August 24, 2022
3 min read
The researchers report no relevant financial disclosures. Abnet and Freedman report no relevant financial disclosures.
Individuals who increased alcohol consumption had higher risks for both alcohol-associated and all cancer types, according to results of a Korean population-based cohort study published in JAMA Network Open.
However, those who reduced their drinking or maintained abstinence from alcohol had lower cancer risk, researchers wrote.
Globally, cancer is the second leading cause of death and accounted for an estimated 9.6 million deaths in 2018. Third after tobacco use and excess body weight, alcohol consumption is a key modifiable cancer risk factor and established cause of at least seven cancer types, according to study background.
“Although numerous studies have shown an association between alcohol consumption and cancer, there is paucity of research into how the incidence of cancer increases or decreases with changes in drinking habits,” Jung Eun Yoo, MD, PhD, researcher in the department of family medicine at Healthcare System Gangnam Center of Seoul National University Hospital in Seoul, Republic of Korea, and colleagues wrote. “We found only one cohort study that reported an association between reduction in alcohol consumption and risk [for] cancer.”
To address the research gap, Yoo and colleagues examined the association between reducing, stopping or increasing alcohol consumption and the development of alcohol-associated and all cancer types among 4,513,746 adult beneficiaries (mean age, 53.6 years; 51.5% men) in the Korean National Health Insurance Service database. All study participants underwent national health screenings between 2009 and 2011 and had available data on their drinking status.
Researchers asked participants to self-report their alcohol consumption level as none, mild, moderate or heavy. They then categorized participants into groups based on changes in alcohol consumption levels between 2009 and 2011, including nondrinker, sustainer, increaser, quitter and reducer.
Newly diagnosed alcohol-related cancers, including head and neck, esophageal, colorectal, liver, laryngeal and female breast cancers, served as the primary outcome. All newly diagnosed cancers, except for thyroid cancer, served as the secondary outcome.
Researchers followed participants from 1 year after the 2011 health screening date to the date of incident cancer, death or end of study on Dec. 31, 2018 — whichever occurred first.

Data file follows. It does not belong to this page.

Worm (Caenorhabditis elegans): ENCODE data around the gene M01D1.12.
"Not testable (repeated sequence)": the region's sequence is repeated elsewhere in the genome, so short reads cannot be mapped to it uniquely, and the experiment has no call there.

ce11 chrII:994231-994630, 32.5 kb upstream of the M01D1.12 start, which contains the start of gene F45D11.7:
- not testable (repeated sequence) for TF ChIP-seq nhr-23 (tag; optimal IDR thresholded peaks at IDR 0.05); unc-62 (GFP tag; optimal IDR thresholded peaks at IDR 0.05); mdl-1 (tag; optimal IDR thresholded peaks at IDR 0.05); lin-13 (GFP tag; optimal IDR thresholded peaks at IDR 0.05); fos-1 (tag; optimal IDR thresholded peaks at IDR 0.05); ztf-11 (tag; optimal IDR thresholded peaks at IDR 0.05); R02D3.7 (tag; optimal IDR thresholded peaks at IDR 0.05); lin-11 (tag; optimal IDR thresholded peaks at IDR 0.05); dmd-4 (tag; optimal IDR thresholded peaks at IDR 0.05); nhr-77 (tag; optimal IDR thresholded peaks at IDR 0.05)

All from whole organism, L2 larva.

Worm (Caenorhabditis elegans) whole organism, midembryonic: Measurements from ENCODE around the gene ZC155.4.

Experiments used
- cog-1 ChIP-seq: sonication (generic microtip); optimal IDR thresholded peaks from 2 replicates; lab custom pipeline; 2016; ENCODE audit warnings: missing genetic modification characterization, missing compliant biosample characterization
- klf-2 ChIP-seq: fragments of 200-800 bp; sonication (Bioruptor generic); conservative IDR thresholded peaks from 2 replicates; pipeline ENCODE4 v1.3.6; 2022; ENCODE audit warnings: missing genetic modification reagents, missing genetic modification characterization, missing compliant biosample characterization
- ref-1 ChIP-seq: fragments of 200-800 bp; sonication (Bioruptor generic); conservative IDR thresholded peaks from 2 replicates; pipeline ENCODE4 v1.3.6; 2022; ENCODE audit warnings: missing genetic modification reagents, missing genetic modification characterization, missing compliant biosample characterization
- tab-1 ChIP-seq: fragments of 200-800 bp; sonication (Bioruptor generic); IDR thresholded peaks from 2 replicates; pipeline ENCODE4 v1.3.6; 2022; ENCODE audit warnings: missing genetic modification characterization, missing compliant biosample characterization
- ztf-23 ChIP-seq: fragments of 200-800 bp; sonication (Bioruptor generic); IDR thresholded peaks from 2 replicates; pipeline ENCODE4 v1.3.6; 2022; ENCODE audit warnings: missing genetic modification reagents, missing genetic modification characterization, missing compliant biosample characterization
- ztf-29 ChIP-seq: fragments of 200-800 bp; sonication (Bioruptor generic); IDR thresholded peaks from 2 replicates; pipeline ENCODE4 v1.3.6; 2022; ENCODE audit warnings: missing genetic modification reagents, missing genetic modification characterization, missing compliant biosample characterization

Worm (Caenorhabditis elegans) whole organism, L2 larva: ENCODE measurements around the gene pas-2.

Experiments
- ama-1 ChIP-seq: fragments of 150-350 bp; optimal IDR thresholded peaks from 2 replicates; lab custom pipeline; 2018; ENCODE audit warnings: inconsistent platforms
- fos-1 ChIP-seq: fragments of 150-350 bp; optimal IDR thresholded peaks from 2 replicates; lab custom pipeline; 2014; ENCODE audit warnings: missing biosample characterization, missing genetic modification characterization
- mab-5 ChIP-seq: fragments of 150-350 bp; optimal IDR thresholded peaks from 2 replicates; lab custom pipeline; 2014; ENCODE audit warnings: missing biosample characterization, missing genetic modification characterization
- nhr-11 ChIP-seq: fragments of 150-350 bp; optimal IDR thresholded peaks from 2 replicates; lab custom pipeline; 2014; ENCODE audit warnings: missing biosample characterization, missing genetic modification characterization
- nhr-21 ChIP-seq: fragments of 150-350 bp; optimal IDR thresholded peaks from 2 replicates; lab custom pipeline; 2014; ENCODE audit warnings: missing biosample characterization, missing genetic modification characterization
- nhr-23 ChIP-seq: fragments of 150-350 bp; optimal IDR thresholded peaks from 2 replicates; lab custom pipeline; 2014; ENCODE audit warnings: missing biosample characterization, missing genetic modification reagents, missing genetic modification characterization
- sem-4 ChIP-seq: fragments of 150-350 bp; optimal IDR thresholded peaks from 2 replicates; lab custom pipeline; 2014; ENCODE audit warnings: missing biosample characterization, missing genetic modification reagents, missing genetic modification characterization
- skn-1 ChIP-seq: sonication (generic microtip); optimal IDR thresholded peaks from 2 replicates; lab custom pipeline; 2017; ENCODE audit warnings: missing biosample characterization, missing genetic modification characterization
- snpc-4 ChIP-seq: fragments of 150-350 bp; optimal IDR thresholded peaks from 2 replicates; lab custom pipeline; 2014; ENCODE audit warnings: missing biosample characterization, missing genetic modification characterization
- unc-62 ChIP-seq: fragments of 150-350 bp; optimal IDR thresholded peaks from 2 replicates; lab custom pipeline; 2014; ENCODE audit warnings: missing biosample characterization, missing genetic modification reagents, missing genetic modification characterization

Median follow-up was 6.4 years.
Yoo and colleagues reported a rate of cancer incidence for the overall study population of 7.7 per 1,000 person-years.
Results showed that between 2009 and 2011, 26.6% of participants with mild drinking levels stopped drinking vs. 9.6% with moderate and 8.6% with heavy drinking levels.
Compared with participants who sustained their drinking levels, those who increased their drinking levels had a higher risk for both alcohol-associated cancers and all cancers. Researchers additionally found that compared with those who did not drink, those who changed their drinking levels from none to mild (adjusted HR [aHR] = 1.03; 95% CI, 1-1.06), moderate (aHR = 1.1; 95% CI, 1.02-1.18) or heavy (aHR = 1.34; 95% CI, 1.23-1.45) had a higher risk for alcohol-related cancers and all cancers. Conversely, mild drinkers who quit drinking had a lower risk for alcohol-related cancers (aHR = 0.96; 95% CI, 0.92-0.99) compared with those who sustained their drinking levels.
Researchers also observed higher incidence of all cancers among those with moderate (aHR = 1.07; 95% CI, 1.03-1.12) or heavy drinking levels (aHR = 1.07; 95% CI, 1.02-1.12) who stopped drinking compared with those who sustained their drinking levels. However, the increased risk disappeared when participants remained alcohol-free over time.
Moreover, heavy drinkers who reduced their drinking to moderate levels also reduced their risks for alcohol-associated cancers (aHR = 0.91; 95% CI, 0.86-0.97) and all cancers (aHR = 0.96; 95% CI, 0.92-0.99) compared with those who sustained heavy drinking levels. Researchers observed similar risk reductions among those who reduced heavy drinking levels to mild levels (alcohol-associated cancer, aHR = 0.92; 95% CI, 0.86-0.98; all cancers, aHR = 0.92; 95% CI, 0.89-0.96).
Yoo and colleagues reported several study limitations, including the probability that participants may have underreported their alcohol consumption, the unavailability of information about long-term habits, and the lack of pertinent information, such as reasons for reducing or stopping drinking and duration of drinking.
“Findings of this study suggest that drinking cessation and reduction should be reinforced for the prevention of cancer,” the researchers wrote.
Yoo and colleagues’ findings provide important new data about the potential role of changes in alcohol consumption in cancer risk, according to an accompanying editorial by Neal D. Freedman, PhD, MPH, and Christian C. Abnet, PhD, MPH, both researchers in the metabolic epidemiology branch in the division of cancer epidemiology and genetics at NCI.
“Future studies should follow these authors’ lead and examine the association between alcohol intake and cancer risk in other populations and using longer intervals between assessments,” they wrote. “Such studies are needed to move the field forward and inform public health guidance on cancer prevention.”